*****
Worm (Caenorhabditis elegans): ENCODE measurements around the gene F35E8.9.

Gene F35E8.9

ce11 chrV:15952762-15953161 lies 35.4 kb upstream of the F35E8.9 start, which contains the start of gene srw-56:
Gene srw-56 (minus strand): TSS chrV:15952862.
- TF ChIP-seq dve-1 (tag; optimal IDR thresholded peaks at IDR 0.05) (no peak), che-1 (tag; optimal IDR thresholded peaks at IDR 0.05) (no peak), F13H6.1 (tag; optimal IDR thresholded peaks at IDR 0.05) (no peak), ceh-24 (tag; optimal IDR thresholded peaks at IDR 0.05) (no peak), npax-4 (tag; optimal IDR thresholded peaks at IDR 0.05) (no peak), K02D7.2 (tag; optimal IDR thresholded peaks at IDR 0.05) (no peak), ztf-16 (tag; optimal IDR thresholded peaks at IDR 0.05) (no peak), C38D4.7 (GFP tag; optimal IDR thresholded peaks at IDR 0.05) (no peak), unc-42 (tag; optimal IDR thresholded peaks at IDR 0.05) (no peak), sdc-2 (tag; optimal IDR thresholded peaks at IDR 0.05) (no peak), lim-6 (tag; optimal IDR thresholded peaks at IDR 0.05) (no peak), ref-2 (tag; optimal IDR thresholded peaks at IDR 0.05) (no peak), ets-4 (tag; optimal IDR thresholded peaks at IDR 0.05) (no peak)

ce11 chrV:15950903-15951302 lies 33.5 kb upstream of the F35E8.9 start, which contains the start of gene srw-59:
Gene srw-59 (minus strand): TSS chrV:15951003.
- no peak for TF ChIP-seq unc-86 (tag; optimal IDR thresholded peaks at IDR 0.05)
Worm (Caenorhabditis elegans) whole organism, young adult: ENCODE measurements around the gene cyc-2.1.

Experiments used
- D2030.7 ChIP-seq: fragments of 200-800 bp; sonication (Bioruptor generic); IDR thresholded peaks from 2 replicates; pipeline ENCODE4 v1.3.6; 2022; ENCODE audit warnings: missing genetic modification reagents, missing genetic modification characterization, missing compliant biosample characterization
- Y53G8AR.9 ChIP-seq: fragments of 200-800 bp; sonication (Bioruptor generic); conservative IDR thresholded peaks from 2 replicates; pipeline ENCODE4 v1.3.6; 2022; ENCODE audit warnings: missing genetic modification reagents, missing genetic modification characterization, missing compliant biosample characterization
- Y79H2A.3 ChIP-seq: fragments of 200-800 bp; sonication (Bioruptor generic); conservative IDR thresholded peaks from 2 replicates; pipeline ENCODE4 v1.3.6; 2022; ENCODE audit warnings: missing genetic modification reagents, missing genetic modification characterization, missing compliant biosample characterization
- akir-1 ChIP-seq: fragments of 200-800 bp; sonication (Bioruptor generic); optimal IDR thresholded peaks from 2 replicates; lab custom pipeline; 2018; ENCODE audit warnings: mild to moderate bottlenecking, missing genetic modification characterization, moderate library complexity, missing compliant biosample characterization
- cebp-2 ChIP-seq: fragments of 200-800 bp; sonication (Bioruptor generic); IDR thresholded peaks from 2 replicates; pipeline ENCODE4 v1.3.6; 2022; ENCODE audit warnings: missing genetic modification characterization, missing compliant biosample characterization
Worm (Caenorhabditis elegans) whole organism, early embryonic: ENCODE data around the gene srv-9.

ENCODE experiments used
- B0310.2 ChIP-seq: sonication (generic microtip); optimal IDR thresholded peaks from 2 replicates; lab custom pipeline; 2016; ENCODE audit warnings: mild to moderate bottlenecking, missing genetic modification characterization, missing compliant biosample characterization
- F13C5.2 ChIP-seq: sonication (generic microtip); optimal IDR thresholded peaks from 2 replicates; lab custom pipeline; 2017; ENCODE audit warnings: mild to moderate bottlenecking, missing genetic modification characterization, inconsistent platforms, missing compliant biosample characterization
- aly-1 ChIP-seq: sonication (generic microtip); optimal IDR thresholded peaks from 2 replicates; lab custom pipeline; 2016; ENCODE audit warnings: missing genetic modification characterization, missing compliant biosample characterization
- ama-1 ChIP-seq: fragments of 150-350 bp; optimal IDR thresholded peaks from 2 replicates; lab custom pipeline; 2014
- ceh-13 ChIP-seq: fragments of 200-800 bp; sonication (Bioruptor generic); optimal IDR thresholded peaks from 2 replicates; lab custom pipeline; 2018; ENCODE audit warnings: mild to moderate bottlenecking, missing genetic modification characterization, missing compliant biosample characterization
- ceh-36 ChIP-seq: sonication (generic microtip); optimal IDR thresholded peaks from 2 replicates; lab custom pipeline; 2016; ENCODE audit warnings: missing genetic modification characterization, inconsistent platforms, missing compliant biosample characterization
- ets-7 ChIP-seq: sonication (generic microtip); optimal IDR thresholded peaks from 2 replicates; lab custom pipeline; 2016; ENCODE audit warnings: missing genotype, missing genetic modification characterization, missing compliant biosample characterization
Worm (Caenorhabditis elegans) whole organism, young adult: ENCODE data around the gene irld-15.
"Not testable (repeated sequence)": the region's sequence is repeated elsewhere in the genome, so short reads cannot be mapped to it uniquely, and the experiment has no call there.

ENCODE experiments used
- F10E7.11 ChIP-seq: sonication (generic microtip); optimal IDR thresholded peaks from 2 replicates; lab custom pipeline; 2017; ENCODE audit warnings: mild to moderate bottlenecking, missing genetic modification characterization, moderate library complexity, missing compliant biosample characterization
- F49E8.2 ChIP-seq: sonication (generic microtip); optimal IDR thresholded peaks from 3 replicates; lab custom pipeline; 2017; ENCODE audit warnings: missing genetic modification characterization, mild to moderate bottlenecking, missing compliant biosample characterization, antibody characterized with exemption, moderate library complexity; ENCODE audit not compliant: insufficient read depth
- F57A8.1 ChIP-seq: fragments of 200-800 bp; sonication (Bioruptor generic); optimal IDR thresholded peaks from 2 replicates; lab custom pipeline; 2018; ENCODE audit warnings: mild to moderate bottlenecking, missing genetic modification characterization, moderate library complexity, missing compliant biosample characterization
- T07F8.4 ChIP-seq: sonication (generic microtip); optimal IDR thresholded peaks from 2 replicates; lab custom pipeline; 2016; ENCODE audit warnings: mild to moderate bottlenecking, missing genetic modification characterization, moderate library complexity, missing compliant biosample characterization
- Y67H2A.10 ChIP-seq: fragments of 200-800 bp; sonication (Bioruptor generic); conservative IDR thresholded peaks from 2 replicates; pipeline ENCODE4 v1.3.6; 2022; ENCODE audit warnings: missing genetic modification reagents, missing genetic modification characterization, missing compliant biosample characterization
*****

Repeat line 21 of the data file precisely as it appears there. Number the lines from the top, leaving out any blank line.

- ama-1 ChIP-seq: fragments of 150-350 bp; optimal IDR thresholded peaks from 2 replicates; lab custom pipeline; 2014